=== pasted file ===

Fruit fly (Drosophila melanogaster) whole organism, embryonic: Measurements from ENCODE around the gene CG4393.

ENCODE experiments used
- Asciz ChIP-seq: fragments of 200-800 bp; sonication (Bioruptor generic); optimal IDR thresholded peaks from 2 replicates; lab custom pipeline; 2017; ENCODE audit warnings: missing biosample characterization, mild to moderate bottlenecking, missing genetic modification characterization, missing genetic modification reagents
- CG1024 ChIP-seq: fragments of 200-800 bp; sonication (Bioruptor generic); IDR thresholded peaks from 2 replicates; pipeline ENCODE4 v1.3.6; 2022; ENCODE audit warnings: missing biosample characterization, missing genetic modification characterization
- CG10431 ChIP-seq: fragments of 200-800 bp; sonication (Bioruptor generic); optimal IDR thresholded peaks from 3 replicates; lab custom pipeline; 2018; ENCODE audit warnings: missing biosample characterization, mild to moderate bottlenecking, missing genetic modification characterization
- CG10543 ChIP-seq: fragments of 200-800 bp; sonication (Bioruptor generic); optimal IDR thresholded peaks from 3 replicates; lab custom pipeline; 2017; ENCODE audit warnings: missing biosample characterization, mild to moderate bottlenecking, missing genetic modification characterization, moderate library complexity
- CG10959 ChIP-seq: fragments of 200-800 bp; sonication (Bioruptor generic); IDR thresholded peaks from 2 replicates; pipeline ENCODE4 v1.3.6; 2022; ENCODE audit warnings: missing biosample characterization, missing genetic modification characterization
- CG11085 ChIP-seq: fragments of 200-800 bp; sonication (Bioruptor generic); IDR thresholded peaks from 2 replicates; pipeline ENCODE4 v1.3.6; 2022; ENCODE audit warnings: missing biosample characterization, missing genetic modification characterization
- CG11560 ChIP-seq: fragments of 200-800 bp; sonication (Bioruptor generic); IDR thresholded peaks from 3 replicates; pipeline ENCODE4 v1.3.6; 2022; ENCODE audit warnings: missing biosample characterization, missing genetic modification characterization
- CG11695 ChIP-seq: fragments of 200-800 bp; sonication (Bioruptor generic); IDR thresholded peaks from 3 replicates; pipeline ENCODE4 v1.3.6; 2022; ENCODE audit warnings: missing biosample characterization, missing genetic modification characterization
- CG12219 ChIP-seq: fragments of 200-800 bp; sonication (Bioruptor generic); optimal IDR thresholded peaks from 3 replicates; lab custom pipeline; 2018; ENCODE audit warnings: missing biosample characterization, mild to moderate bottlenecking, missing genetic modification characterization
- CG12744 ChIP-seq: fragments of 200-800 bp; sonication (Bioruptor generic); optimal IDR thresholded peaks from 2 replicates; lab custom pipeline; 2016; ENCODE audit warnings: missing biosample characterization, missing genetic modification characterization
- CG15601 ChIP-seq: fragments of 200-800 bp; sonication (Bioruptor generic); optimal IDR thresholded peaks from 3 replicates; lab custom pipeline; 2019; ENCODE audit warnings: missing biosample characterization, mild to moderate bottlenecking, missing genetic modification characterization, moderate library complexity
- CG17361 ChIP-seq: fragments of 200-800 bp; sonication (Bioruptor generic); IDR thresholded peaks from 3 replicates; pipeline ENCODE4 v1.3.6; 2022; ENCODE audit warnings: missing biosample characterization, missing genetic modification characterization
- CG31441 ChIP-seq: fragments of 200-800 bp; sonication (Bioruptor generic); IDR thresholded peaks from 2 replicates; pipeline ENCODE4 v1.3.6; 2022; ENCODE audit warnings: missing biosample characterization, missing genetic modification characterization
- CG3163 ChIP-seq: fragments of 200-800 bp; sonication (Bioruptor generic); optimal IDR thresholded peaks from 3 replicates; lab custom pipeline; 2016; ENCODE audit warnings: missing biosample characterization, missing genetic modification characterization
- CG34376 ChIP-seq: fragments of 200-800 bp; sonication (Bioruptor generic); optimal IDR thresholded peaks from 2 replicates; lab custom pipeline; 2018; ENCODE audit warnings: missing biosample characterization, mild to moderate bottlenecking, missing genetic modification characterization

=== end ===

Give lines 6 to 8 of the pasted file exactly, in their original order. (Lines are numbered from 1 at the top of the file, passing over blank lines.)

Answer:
- CG10543 ChIP-seq: fragments of 200-800 bp; sonication (Bioruptor generic); optimal IDR thresholded peaks from 3 replicates; lab custom pipeline; 2017; ENCODE audit warnings: missing biosample characterization, mild to moderate bottlenecking, missing genetic modification characterization, moderate library complexity
- CG10959 ChIP-seq: fragments of 200-800 bp; sonication (Bioruptor generic); IDR thresholded peaks from 2 replicates; pipeline ENCODE4 v1.3.6; 2022; ENCODE audit warnings: missing biosample characterization, missing genetic modification characterization
- CG11085 ChIP-seq: fragments of 200-800 bp; sonication (Bioruptor generic); IDR thresholded peaks from 2 replicates; pipeline ENCODE4 v1.3.6; 2022; ENCODE audit warnings: missing biosample characterization, missing genetic modification characterization